Before leaving this section on Friendship it is important to realise how essential it is to respect the confidentiality of what has been discussed in your visit. The prisoner really needs to know that he can trust you completely, tell you anything without it being passed on to other prisoners, the staff or to anyone outside the Prisoners’ Friends’ Association. You are not required to divulge the contents of your conversation to anyone. Not even to the Superintendent of the Institution. (However there may well be subjects that it would be helpful to discuss with the Superintendent and if so it is advisable to get the prisoners’ permission first. This will be dealt with under the section “Relationship with the CSD.’)
“Our strength has always been in being non-aligned to authority both inside and outside the prison. We are trusted by prisoners knowing that our conversations are confidential and that the opinions that we may have of those whom we visit are not divulged” (NAPV)
Who can you confide in??
You yourself may also need someone to talk to. Some of the things encountered in prison work are hard to bear alone. After all, you are human too! We would therefore encourage you to keep in close contact with members of the executive committee. They are all experienced prison visitors and often two heads are better than one. You may need help, suggestions or an objective view on how best to proceed with a prisoner’s particular problem. We would urge you to keep in close touch, to share and discuss within the organisation as much as you like but not outside the organisation at all.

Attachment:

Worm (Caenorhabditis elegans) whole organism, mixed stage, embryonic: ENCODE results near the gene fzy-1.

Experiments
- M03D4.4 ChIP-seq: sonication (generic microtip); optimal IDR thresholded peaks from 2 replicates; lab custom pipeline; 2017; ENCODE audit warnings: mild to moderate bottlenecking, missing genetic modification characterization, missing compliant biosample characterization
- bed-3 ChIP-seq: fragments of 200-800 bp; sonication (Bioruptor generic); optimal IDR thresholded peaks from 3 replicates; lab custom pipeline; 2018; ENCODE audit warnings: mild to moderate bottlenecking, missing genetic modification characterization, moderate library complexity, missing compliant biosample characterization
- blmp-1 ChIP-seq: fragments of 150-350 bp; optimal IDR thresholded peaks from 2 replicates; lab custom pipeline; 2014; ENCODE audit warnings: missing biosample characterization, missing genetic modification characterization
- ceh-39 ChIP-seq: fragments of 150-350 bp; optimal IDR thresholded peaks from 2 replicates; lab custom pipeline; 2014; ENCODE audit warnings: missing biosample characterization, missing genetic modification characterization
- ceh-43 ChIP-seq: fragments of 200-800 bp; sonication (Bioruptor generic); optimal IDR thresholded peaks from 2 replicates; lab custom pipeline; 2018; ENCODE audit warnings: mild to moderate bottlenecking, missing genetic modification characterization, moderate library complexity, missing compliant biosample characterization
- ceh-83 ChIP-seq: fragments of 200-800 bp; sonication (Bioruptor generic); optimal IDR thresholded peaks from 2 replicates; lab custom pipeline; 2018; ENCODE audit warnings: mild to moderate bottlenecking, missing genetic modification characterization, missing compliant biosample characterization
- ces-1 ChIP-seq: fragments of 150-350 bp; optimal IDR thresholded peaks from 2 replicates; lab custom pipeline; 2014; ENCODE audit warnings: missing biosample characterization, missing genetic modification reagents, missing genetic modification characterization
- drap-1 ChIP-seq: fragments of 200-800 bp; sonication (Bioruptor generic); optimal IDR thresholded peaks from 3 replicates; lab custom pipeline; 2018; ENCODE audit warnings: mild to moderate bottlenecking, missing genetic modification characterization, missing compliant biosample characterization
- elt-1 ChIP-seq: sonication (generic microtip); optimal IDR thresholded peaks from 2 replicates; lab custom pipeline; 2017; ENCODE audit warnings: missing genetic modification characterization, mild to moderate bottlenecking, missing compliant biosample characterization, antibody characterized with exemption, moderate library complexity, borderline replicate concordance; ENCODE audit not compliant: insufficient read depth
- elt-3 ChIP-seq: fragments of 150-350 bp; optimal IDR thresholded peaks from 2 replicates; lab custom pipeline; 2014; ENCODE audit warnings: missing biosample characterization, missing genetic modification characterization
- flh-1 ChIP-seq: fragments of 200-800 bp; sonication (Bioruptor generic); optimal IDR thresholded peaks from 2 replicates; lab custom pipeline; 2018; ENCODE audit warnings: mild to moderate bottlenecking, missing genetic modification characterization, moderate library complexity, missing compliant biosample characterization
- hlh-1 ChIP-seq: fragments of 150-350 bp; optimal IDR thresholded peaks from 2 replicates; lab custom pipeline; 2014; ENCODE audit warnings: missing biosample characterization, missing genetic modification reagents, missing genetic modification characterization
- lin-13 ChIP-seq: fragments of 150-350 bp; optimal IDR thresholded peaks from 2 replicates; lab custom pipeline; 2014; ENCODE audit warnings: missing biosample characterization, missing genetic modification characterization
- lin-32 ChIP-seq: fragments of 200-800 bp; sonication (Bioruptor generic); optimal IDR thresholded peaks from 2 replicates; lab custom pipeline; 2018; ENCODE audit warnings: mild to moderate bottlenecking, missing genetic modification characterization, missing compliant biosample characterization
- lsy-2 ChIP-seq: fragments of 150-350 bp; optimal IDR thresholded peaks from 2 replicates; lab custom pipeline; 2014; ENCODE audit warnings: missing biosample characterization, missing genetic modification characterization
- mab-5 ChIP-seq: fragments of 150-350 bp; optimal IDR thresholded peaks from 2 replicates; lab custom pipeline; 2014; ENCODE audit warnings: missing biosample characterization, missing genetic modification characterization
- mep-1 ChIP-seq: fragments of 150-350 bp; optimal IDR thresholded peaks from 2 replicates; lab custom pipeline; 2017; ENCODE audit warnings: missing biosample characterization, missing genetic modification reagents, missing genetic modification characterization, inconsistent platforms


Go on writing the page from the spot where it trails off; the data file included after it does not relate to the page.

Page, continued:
Finally – please do not let your prisoner friend down!
Small things mean so much in prison. Time is often counted off in hours. A person may count the days until your next visit and look forward to it with great anticipation. The disappointment if you do not come can be devastating. Please do not let them down. If you promise anything, anything at all please be sure to keep your promise. They need to know that they can rely on you. It is therefore better not to promise anything unless you are 100% sure that you can in fact carry out your promise. The promise given to cheer a person up one day is worse than useless if broken the next. It is better to give no promise at all. But do try and be regular and trustworthy in your visits and letter-writing and in carrying out whatever you have agreed to do for the prisoner.